Balancing Inner and Outer Story: How Image Leads to Unexpected Depth in a Book Manuscript
Editors know about inner and outer story. But most writers don’t. They don’t realize the balance is essential to crafting page-turning fiction, memoir, even nonfiction.
Case in point: A student in my classes was writing a serious memoir about an accident that almost caused his death and changed his life. He wrote to gain insight and closure on his own experience. But he also volunteers with similarly injured young people, and he hoped his book would help others going through the same trauma.
When we worked together on his storyboard, tracking the outer dramatic events, he listed them without flinching. I felt writerly envy! Not because I wanted to experience what he went through, but because of the endless selection of dramatic outer events to build a book around. Some were so intense, they read like tabloid headlines.
Outer story are events, the who, what, where, and when of your story. What readers can see onstage if your story were a play: movement, sounds and dialogue, setting details like light and temperature. Outer story anchors a book’s trajectory. It makes it easy for a reader to track one event to the next. It creates momentum, tension, and speed.
He nailed outer story. So we began to assess his book’s inner story. For memoir, the ratio should be around 60 percent outer story to 40 percent inner story. Exceptions exist, of course. The Glass Castle by Jeannette Walls leans even more toward outer story—hers is about 80:20.
Inner story is shown meaning. It sometimes is told meaning, but modern memoir depends more on showing. For my student, it would answer the question, How have I changed because of this accident? Without it, as one of my colleagues once joked, you could just present a cast roster and a list of events.
Inner story is what readers take away. They may remember what happened but most readers remember why, what impact the events had, how the narrator or character changed.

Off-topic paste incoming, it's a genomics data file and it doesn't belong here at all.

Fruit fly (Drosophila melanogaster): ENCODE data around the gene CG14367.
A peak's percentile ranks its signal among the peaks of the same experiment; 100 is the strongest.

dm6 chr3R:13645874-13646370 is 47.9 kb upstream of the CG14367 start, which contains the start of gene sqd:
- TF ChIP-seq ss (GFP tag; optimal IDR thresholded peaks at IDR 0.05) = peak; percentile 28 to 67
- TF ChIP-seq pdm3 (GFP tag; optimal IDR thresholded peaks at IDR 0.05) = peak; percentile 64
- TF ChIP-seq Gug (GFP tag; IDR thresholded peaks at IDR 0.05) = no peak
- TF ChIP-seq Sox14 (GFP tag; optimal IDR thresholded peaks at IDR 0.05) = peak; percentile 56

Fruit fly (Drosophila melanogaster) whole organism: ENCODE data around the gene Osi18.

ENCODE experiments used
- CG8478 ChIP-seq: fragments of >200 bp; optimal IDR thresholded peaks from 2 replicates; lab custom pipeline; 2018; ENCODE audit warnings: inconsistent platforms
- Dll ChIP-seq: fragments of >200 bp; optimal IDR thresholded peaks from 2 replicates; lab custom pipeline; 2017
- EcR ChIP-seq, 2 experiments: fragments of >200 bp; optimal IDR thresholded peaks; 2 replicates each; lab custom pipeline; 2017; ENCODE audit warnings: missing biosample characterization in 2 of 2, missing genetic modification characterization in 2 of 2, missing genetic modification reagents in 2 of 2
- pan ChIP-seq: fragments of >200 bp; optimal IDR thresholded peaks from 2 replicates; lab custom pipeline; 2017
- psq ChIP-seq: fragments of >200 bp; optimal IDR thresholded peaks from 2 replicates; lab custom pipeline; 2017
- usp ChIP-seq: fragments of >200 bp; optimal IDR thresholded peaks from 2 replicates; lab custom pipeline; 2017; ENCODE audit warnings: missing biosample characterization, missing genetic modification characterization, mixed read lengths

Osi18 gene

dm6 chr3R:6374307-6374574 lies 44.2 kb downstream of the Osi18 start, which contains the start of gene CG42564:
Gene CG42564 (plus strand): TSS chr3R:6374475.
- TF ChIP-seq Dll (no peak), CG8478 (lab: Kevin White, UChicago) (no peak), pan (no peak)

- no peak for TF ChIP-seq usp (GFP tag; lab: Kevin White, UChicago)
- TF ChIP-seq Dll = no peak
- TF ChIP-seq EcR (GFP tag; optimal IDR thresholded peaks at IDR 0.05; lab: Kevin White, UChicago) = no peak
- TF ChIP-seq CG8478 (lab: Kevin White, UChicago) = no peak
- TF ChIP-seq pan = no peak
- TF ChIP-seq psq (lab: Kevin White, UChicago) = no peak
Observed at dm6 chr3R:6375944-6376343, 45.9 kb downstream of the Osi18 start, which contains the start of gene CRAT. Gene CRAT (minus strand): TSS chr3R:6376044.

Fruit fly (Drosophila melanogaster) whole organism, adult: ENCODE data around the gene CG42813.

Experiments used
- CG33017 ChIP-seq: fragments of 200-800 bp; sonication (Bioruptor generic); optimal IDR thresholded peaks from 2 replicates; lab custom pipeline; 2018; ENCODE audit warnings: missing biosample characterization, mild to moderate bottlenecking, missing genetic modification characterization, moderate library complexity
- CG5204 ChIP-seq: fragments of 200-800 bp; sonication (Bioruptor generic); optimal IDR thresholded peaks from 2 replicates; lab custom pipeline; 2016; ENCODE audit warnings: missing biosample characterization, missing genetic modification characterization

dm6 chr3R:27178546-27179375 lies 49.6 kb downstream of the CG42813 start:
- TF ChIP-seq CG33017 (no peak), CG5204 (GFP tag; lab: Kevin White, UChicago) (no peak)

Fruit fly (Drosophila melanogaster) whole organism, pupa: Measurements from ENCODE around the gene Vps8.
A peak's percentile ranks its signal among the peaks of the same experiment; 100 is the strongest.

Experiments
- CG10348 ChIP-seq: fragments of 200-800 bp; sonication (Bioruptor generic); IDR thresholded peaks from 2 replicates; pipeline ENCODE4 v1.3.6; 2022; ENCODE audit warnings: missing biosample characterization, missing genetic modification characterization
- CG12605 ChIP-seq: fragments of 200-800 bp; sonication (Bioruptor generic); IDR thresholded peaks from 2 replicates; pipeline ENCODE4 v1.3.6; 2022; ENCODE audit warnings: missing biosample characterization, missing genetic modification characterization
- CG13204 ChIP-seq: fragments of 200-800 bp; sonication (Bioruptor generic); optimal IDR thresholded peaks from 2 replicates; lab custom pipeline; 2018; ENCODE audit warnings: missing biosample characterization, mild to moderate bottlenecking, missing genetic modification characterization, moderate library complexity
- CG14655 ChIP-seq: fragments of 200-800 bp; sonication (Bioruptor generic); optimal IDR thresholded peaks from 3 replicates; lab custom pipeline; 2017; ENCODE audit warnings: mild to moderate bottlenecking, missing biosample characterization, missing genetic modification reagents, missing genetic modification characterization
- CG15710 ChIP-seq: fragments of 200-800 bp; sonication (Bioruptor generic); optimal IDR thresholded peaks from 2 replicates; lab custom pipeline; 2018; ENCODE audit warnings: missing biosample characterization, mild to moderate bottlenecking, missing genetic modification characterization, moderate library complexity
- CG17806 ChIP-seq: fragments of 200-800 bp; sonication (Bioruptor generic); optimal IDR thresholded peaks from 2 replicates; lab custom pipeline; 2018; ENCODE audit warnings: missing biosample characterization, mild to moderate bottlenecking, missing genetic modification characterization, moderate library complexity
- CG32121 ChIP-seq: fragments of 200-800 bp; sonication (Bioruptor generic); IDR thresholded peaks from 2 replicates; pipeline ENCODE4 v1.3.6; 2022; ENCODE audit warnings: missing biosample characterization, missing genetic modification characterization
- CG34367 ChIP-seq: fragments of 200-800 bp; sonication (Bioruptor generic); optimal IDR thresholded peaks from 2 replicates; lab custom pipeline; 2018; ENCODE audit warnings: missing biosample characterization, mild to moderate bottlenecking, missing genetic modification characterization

Finding Your Inner Story
I asked this writer to list his changes, his turning points from the accident. Aside from physical changes, what changed in his view of the world, in his personality, in his identity?
He sat for a long time in front of the computer, thinking about this. "I'm different," he finally told me. "But I don't really know how."
He had no idea of his inner story, much less how to write it.
I sent him on a special assignment to read medical memoirs that had been published in the past two years. I asked him to highlight the passages that showed changes in the narrator. He realized these were his favorite parts of the books—the most inspiring to him, as a reader. He got so much from hearing the vulnerable discoveries. “The trauma is one thing, but my trauma is equally dramatic,” he said. “I remember how they changed.”
Writers who are strong in outer story may know their outer events so well, they are already digested and there’s no surprise left. If they can look at their interior worlds, before and after, discover who they are compared to who they’d been, they will come up with an inner story.
Some writers—my student was this way at first—hesitate to go there. It’s painful, for one. It’s also potentially boring to the reader. I reminded this writer that his favorite books drew him with their inner story. Finding his would mean going beyond the outer drama—the story most familiar to him. It would mean being open to surprise.
The Surprise of Inner Story